Friday, March 30, 2012

Earl Scruggs Performs "Foggy Mountain Breakdown"

... at an antiwar rally, above, as Gary North informs us in his obituary — Earl Scruggs, R.I.P. "Scruggs was opposed to the Vietnam war, and said so in 1969," writes Mr. North. "He wanted the troops to come home. This stand was rare for Southern entertainers of the old school, including bluegrass performers."

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Blogger Mark in Spokane said...

I don't think that anti-war sentiment was as rare in the South as common opinion might think. I think that there was a strong "fight the war to win or don't fight it at all" sentiment, and as it became increasingly apparent that the Johnson Administration had no intention of actually winning the war, lots of conservatives and traditionalists turned against it. I know my own father was in that camp, originally supporting the war as a struggle against Communism and in defense of the at least partially Catholic civilization of South Vietnam, but then turning on the war as he realized that Johnson had no plan for victory but was just killing people in the hopes of a stalmate ala Korea 1952. My father, having fought in both WWII (a war with an actual goal of victory) and Korea (a war that ended in a truce with no victory), was not interested in supporting a war effort that wasted lives without hope of success.

March 31, 2012 at 1:17 AM  
Blogger Iosue Andreas Sartorius said...

The anti-militarism of my Mississippian maternal grandmother comes to mind. She my grandfather shipped off to the Middle East in WWII, only to pick up some lung fungus that later killed him. (My paternal grandfather also served in WWII, occupied Japan, and Korea.)

She wore a POW bracelet in the 1970s, and knew that those poor guys had been sold down the river buy their own so-called government. It was at that time she took me aside at about the age of seven and sternly said, pointing a finger at me, "You will never join the military. Understand?"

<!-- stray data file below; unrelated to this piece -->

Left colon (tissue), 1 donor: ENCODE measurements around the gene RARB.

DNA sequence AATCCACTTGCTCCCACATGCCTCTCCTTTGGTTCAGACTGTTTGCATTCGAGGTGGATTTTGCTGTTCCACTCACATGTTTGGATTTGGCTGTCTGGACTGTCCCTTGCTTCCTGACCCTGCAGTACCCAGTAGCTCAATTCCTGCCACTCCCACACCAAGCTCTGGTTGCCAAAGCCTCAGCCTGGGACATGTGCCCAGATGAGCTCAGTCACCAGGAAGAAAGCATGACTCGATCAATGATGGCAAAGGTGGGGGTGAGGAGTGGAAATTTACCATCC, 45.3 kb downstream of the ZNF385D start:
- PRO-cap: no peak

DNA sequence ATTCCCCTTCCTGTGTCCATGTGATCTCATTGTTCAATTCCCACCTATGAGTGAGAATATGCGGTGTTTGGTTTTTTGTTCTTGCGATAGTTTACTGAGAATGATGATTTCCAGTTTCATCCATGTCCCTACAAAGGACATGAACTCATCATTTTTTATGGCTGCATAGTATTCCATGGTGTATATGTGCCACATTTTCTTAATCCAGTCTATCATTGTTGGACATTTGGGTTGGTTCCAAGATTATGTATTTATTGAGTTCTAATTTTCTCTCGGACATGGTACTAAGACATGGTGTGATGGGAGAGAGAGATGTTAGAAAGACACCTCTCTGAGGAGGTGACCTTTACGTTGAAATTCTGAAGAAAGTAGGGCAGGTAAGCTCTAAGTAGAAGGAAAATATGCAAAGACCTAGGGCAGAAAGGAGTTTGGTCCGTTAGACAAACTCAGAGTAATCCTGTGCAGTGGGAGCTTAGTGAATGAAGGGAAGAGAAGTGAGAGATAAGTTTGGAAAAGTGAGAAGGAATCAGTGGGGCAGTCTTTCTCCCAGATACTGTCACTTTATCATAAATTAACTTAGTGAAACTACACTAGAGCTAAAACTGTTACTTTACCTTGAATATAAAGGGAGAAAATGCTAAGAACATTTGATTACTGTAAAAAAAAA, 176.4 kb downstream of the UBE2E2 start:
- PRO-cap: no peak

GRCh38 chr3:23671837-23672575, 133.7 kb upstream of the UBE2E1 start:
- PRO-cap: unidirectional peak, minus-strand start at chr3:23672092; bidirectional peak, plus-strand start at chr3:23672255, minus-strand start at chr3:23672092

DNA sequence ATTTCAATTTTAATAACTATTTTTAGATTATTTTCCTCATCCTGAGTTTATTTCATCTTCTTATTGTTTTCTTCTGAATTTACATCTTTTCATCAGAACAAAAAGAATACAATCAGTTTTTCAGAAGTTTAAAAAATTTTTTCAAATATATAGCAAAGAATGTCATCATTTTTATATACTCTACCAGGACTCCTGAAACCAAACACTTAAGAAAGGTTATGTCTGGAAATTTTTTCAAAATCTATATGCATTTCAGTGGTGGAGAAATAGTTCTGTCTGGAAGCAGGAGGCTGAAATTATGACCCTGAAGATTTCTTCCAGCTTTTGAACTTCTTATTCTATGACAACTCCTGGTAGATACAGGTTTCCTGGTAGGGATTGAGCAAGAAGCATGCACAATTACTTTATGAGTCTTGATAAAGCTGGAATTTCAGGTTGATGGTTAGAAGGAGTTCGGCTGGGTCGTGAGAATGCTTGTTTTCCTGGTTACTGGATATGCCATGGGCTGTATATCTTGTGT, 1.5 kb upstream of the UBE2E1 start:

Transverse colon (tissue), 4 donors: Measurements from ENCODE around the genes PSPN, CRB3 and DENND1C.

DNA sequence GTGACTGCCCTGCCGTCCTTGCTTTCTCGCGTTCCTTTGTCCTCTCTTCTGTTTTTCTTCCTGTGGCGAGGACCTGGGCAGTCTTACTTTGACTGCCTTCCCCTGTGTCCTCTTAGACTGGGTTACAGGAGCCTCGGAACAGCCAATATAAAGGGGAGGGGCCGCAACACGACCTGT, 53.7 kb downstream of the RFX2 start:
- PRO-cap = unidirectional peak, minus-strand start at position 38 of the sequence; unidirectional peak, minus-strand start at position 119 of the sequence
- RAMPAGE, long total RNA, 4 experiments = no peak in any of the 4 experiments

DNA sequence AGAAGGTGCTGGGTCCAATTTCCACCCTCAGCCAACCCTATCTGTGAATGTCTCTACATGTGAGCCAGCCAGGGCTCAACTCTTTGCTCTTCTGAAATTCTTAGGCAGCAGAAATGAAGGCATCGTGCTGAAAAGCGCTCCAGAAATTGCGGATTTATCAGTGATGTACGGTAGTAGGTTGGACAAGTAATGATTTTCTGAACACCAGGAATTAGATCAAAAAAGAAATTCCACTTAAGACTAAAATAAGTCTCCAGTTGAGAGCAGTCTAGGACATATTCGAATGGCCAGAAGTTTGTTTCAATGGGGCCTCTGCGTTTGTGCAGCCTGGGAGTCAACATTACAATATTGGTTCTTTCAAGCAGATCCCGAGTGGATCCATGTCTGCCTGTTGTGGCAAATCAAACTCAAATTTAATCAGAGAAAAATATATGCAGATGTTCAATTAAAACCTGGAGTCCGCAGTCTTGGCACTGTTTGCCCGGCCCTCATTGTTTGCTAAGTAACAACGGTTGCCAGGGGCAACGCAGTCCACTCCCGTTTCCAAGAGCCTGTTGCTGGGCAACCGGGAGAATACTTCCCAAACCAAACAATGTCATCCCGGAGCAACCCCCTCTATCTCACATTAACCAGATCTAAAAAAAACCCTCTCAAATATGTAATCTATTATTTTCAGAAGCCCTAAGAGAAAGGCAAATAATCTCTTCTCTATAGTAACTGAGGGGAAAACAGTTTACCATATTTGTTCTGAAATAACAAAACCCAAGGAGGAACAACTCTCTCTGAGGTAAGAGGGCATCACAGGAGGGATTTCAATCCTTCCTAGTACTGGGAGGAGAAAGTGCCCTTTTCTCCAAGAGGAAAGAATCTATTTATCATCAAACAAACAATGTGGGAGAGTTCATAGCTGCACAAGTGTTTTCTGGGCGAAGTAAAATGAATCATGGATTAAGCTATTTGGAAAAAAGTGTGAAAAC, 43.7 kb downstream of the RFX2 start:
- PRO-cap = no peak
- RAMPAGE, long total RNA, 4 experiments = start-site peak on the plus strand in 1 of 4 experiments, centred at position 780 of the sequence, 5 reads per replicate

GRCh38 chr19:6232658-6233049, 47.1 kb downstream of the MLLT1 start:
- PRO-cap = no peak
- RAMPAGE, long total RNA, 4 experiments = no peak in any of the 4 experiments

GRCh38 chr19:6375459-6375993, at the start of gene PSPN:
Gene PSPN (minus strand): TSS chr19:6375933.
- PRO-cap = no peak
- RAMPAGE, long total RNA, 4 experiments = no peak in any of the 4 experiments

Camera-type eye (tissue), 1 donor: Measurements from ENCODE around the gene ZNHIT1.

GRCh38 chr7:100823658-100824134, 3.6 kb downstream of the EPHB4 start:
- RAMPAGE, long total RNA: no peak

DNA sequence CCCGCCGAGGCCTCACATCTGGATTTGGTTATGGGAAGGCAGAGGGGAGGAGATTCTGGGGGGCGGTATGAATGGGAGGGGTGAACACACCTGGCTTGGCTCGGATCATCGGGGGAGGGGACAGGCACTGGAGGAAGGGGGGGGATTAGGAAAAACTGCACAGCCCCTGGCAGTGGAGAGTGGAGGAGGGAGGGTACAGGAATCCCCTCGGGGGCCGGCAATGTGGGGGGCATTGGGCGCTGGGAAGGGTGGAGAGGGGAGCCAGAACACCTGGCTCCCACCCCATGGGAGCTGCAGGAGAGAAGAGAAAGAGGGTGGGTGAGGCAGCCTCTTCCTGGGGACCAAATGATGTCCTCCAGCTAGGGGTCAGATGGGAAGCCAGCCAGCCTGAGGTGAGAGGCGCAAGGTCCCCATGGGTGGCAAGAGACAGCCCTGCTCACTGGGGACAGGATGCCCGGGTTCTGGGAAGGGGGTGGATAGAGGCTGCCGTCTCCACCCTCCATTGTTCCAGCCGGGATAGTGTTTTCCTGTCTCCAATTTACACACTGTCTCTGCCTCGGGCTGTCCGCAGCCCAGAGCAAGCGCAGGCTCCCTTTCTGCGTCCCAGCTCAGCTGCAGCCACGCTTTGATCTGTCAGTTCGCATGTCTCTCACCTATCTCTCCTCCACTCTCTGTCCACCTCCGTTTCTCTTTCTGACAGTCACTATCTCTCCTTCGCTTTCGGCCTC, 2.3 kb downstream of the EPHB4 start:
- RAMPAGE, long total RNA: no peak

March 31, 2012 at 1:52 PM  
Blogger Mark in Spokane said...

My father had a similar conversation with me -- no military. The one exception that he would allow me to discuss was the Coast Guard, largely because of its peacetime functions. But he was no fan of the military -- although he thought it a necessary force given the Cold War.

My dad served in the Occupation of Japan and had haunting memories of Hiroshima (where he served). He had a great respect for the Japanese people he encountered while there -- very respecful and dignified, he said, although it was hard for him not to remember the barbarism that he had encountered from Japanese soliders during the War.

My own father's ambivalence towards the military was due to what he saw as the increasing "racket" that was military spending and military life as the 60's turned into the 70's and then the 80's. The military-industrial complex in action. The military he had experienced no longer existed -- the citizen soliders replaced first by unhappy draftees and then later by people joining the military in order to get money for college, an escape from small town life, etc. By the time he died in 1987 he was thoroughly un-enchanted with the military.

April 1, 2012 at 3:32 AM  

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